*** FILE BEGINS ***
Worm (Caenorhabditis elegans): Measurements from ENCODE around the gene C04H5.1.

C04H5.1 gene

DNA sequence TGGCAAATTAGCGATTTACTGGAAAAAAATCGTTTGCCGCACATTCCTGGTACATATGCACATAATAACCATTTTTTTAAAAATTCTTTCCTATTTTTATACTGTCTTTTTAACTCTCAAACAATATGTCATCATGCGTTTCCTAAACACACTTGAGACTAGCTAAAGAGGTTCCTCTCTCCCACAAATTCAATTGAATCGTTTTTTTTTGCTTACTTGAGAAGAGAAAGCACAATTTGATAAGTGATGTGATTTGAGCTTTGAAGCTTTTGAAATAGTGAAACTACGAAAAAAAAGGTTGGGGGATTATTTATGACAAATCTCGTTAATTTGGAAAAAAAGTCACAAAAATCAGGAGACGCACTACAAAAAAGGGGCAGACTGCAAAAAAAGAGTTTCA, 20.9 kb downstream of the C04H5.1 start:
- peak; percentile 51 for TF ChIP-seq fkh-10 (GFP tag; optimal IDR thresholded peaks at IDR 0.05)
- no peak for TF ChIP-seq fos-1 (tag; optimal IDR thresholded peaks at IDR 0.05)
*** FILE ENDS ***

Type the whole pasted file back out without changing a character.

Worm (Caenorhabditis elegans): Measurements from ENCODE around the gene C04H5.1.

C04H5.1 gene

DNA sequence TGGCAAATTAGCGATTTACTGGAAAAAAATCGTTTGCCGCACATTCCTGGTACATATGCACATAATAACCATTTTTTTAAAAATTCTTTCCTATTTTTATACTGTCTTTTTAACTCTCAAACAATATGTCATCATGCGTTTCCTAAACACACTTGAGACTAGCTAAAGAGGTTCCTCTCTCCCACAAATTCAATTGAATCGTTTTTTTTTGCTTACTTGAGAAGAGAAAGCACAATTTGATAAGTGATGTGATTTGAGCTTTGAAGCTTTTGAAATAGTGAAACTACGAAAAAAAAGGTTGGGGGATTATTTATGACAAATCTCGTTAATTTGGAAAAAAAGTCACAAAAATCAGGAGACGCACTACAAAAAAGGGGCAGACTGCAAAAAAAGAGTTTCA, 20.9 kb downstream of the C04H5.1 start:
- peak; percentile 51 for TF ChIP-seq fkh-10 (GFP tag; optimal IDR thresholded peaks at IDR 0.05)
- no peak for TF ChIP-seq fos-1 (tag; optimal IDR thresholded peaks at IDR 0.05)